Studies Confirm Florida Had Longest Election Day Wait Times in 2012

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Just in time for Floridians to head to the polls again next month, two new studies have confirmed that wait times at the polls in Florida during the 2012 election were, frankly, a god damned embarrassment and a level of incompetence that undermined the very values of our great nation.

Well, at least they confirmed that Floridians had by far the longest average time in line to vote.

A study U.S. Government Accountability Office, confirmed that the average Floridian spent almost 35 minutes waiting in line to vote for either Obama or Romney. Only a handful of other states reported noticeably long wait times, and in those states, specifically Maryland and South Carolina, they state's average wait took less than half an hour.

Though the study notes that its methods weren't perfect, and that the average time could have ranged from 25 minutes to 43 minutes.

The study also found that 16 percent of voters in Florida waited more than an hour to vote. The same percentage in most states: 0. Though, in Maryland and Virginia an average of 12 percent of voters did have those extra-long waits.

Another study from the Brennan Center for Justice at NYU, sheds more light on the problems.

The most important result to Miami: the average delay in our country was 67 minutes. There are movies shorter than that!

In Florida, 61 percent of precincts had a wait time of more than 30 minutes. 22 percent had delays of an hour or more.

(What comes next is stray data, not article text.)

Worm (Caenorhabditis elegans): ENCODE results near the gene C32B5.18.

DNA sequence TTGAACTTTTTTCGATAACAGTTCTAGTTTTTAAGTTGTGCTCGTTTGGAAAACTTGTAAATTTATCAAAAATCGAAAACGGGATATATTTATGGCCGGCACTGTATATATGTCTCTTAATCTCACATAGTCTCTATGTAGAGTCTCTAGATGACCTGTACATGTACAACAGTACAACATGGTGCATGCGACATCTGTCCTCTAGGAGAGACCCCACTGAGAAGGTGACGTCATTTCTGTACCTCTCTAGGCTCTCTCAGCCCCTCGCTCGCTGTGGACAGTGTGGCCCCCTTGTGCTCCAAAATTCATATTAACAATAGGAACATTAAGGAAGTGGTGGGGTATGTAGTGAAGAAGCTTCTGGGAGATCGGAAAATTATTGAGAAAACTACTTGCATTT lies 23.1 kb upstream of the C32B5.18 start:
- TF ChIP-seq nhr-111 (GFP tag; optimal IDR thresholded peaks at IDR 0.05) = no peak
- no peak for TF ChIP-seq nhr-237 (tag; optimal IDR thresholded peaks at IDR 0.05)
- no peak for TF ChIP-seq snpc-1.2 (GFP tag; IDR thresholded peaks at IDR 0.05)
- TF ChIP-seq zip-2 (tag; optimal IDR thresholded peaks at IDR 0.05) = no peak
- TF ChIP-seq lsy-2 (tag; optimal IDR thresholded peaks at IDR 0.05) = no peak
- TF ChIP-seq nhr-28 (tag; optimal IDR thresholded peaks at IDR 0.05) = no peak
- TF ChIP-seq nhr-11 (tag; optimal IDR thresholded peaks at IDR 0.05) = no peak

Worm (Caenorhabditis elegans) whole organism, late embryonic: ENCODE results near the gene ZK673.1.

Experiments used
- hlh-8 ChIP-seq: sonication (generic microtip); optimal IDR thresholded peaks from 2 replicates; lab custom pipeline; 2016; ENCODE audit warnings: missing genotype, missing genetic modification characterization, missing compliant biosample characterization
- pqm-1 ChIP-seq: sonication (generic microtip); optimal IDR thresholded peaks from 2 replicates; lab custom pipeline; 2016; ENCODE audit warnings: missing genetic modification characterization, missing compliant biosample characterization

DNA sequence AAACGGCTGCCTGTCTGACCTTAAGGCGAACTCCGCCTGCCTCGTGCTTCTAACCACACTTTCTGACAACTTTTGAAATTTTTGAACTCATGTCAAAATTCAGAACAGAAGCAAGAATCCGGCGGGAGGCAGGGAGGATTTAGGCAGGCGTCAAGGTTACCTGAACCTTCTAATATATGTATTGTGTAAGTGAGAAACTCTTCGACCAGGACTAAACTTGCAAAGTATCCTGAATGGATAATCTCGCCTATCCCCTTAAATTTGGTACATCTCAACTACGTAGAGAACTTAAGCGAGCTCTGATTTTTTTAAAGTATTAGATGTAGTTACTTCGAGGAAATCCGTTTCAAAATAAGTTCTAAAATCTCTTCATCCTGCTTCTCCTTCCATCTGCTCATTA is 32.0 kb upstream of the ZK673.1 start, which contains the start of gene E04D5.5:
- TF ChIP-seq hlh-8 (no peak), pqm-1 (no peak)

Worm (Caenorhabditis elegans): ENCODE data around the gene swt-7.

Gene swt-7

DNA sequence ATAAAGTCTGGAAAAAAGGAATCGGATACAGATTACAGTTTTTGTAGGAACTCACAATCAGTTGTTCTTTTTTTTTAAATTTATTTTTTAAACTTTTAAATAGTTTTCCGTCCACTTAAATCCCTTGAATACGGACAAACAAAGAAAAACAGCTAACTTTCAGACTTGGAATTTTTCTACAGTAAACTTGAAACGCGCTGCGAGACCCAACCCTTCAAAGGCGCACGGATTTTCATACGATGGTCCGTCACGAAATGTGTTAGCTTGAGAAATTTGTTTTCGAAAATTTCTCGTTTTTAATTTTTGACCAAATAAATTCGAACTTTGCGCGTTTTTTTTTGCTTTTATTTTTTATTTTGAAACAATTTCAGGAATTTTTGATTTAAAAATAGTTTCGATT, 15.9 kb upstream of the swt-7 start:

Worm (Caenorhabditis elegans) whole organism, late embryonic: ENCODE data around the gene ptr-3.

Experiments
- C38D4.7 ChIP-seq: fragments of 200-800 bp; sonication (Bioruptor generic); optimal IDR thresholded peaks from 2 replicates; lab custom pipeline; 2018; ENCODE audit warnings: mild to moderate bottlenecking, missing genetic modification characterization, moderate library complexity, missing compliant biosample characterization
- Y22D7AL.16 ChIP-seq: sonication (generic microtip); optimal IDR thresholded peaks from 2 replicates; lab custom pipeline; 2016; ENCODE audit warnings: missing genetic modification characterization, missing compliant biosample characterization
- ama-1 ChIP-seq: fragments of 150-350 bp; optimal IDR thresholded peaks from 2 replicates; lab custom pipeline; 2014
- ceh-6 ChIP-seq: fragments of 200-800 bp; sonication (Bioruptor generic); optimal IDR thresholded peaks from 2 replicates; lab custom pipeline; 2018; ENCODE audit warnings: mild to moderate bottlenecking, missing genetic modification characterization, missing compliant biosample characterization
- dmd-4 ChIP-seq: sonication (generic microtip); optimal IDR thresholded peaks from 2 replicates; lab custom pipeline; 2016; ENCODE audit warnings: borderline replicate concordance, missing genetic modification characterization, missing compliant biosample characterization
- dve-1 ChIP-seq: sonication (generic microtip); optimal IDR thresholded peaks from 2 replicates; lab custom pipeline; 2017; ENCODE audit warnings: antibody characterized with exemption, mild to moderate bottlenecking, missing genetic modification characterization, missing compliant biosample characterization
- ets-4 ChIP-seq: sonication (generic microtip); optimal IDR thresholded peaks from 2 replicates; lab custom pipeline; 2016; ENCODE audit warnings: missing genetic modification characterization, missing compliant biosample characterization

Race may have played a factor in which precincts had the longest waits.

• When we looked within Florida counties, precincts with higher percentages of black or Latino registered voters tended to have longer lines;

• Within counties, precincts with higher percentages of minority registered voters had fewer voting machines;

• Precincts with higher percentages of Latino registered voters had fewer poll workers when examining the issue statewide and within counties;

• Statewide, polling places with longer wait times were found in precincts with fewer machines and poll workers per Election Day eligible voter; and

• Within counties, polling places with longer lines had fewer poll workers per Election Day eligible voter.

Of course, you shouldn't expect long lines if any during this November's election since fewer people tend to vote during midterm elections. Though, it is important to remember that some of the people partially responsible for this mess will be up for reelection then.

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